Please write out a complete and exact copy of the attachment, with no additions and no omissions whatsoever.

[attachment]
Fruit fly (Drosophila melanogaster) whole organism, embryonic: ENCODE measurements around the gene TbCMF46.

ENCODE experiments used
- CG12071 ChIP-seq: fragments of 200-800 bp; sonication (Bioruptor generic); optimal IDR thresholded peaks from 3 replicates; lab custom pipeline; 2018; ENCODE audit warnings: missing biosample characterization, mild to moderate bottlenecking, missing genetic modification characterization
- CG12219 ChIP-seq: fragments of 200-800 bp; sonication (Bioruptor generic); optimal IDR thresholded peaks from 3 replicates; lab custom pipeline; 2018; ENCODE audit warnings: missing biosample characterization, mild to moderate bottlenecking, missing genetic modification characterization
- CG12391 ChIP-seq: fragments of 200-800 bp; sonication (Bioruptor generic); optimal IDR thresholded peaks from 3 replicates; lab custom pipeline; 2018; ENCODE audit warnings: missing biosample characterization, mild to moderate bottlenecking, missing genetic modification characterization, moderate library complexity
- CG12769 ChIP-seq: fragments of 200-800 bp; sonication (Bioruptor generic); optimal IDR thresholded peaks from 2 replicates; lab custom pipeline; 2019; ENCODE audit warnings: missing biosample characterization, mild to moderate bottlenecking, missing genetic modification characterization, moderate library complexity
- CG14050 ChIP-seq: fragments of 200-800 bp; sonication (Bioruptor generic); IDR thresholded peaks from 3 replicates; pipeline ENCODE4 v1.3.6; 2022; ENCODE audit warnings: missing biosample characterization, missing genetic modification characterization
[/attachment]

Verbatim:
Fruit fly (Drosophila melanogaster) whole organism, embryonic: ENCODE measurements around the gene TbCMF46.

ENCODE experiments used
- CG12071 ChIP-seq: fragments of 200-800 bp; sonication (Bioruptor generic); optimal IDR thresholded peaks from 3 replicates; lab custom pipeline; 2018; ENCODE audit warnings: missing biosample characterization, mild to moderate bottlenecking, missing genetic modification characterization
- CG12219 ChIP-seq: fragments of 200-800 bp; sonication (Bioruptor generic); optimal IDR thresholded peaks from 3 replicates; lab custom pipeline; 2018; ENCODE audit warnings: missing biosample characterization, mild to moderate bottlenecking, missing genetic modification characterization
- CG12391 ChIP-seq: fragments of 200-800 bp; sonication (Bioruptor generic); optimal IDR thresholded peaks from 3 replicates; lab custom pipeline; 2018; ENCODE audit warnings: missing biosample characterization, mild to moderate bottlenecking, missing genetic modification characterization, moderate library complexity
- CG12769 ChIP-seq: fragments of 200-800 bp; sonication (Bioruptor generic); optimal IDR thresholded peaks from 2 replicates; lab custom pipeline; 2019; ENCODE audit warnings: missing biosample characterization, mild to moderate bottlenecking, missing genetic modification characterization, moderate library complexity
- CG14050 ChIP-seq: fragments of 200-800 bp; sonication (Bioruptor generic); IDR thresholded peaks from 3 replicates; pipeline ENCODE4 v1.3.6; 2022; ENCODE audit warnings: missing biosample characterization, missing genetic modification characterization